Relationship of CSR with Corporate Sustainability

Sustainability may then be defined as maintaining well-being over a long, perhaps even an indefinite period. This covers largely the environmental dimension of the triple bottom line, but environment and sustainability are not synonymous. On the one hand, some forms of environmental degradation are both relatively easily reversed and highly noxious in the present many forms of air and water pollution, for instance.

Corporate social responsibility (CSR) refers to both managerial practices focused on welfare creation as per Brown the definition of CSR is the obligations of businessmen to pursue those policies, to make those decisions, or to follow those lines of action which are desirable in terms of the objectives and values of our society.

The Modern definition of corporate social responsibility (CSR) is a self-regulating business model that helps a company be socially accountable to itself, its stakeholders, and the public. By practicing corporate social responsibility, also called corporate citizenship, companies can be conscious of the kind of impact they are having on all aspects of society, including economic, social, and environmental. The term corporate social responsibility (CSR) refers to practices and policies undertaken by corporations that are intended to have a positive influence on the world. The key idea behind CSR is for corporations to pursue other pro-social objectives, in addition to maximizing profits.


CSR presents new business opportunity

Responding to the social challenges and risks of the modern world can open up new opportunities for businesses in emerging markets. The following example shows how.

Ambuja Cements is an India Subsidiary of the global building materials company Holcim. In 2010, Ambuja organized several plant-level social and environmental responsibility programs, which included improved water management in drought-prone areas. This minimized the impact of Ambuja’s operations on local communities.

One such program was a water recharge plan. Ambuja worked to reserve water from its operations, to support drought-prone communities. This created a water surplus which was then used to replenish groundwater systems, transforming arid wasteland into land suitable for farming. Ambuja was able to offer farmland in exchange for new mining terrain.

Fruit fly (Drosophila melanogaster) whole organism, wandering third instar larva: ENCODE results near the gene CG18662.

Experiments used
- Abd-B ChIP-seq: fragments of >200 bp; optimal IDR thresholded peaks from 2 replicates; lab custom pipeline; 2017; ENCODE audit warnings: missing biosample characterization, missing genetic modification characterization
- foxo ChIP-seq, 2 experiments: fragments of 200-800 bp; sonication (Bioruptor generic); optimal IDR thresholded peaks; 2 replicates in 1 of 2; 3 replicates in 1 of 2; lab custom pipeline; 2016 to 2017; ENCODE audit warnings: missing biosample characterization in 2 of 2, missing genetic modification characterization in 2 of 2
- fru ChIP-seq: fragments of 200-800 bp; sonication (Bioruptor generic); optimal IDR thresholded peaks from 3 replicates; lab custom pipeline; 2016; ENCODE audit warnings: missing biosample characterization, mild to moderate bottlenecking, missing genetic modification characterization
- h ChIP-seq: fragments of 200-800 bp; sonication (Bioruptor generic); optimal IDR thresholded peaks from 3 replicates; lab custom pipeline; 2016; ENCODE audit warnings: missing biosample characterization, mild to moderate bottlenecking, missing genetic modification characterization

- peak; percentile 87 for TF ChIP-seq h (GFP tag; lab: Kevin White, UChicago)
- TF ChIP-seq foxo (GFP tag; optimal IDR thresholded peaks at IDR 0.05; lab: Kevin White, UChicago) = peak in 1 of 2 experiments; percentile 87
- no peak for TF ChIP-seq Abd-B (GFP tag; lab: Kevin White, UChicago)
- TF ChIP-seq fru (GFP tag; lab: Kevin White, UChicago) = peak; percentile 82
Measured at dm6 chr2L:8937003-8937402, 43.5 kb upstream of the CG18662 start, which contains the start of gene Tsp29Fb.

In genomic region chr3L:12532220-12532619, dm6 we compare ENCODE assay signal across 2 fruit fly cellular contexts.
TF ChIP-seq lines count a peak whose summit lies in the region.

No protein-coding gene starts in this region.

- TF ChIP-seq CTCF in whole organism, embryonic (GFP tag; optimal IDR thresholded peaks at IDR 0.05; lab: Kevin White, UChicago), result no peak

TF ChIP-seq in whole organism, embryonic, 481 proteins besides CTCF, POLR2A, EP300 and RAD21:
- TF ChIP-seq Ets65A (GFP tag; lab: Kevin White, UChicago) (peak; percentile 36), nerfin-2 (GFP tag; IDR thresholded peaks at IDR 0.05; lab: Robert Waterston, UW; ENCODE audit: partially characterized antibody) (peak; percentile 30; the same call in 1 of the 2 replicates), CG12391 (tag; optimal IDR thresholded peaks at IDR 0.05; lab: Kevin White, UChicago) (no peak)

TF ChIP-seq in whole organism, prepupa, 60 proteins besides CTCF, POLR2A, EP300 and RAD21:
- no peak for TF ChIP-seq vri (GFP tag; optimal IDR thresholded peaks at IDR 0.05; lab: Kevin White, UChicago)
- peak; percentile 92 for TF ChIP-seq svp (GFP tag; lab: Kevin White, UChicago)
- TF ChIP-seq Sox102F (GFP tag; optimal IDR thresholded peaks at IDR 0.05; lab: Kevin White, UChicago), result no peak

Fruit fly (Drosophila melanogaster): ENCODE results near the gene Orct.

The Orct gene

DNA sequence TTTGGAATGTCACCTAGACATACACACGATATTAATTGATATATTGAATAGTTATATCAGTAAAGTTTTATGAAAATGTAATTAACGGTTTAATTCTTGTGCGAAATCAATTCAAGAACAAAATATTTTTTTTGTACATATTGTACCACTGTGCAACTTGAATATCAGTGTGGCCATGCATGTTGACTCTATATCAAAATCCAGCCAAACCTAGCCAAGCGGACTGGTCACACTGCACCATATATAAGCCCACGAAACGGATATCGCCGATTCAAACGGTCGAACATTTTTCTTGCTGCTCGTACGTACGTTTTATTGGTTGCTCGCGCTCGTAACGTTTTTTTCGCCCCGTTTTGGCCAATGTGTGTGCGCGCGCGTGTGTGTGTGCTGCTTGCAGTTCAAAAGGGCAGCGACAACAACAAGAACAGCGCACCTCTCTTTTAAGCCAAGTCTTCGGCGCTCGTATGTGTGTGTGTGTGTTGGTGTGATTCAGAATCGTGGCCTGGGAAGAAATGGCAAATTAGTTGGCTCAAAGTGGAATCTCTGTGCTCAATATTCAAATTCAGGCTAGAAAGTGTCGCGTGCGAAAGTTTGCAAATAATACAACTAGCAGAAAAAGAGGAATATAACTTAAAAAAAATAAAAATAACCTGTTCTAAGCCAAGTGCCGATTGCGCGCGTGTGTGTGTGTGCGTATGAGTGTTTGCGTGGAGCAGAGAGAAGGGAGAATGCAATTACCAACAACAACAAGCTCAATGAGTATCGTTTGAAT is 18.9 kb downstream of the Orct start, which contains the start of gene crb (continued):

CSR creates a positive brand image

By helping people, CSR creates a positive brand image, and from this, business sales and revenue are boosted.

The global coffee franchise, Starbucks, has long been known for its keen sense of CSR and commitment to community welfare. For instance, in 2021 the Ethisphere Institute named Starbucks as one of the World’s Most Ethical Companies for the 15th year running.

According to Starbuck’s 2020 Global Social Impact Report, the business aims to:

  • Obtain 100% of its coffee from ethical sources,
  • Create a global network of farmers and supply them with 100 million trees by 2025,
  • Support green building infrastructure throughout stores,
  • Contribute to millions of hours of community service,
  • Create a groundbreaking college program for employees,
  • Hire 5,000 veterans and 10,000 refugees.

CSR manages business risk

Ignoring social responsibility is a risky business. The 2013 Dhaka garment factory collapse gives a heartbreaking and chilling reminder of this fact. On the 13th of May 2013, an eight-story high commercial building named the Rana Plaza collapsed killing 1,124 and injuring approximately 2,500 people. The disaster was considered the deadliest, non-deliberate accident in modern human history, and was the result of a structural failure.

The Rana Plaza housed clothing factories, a bank, and several shops. The owners of the building ignored warnings of cracks developing in concrete walls, showing a disregard for the lives of the employees working inside.

Brands linked to the factory included Mango, Matalan, Primark, Benetton, Bonmarché, H&M, and The Children’s Place. These brands faced worldwide criticism and consumer backlash after the crisis.

CSR creates a happy and productive workforce

Looking after employee health and wellbeing is an important aspect of CSR, and there’s increasing evidence indicating happy workers are productive workers.

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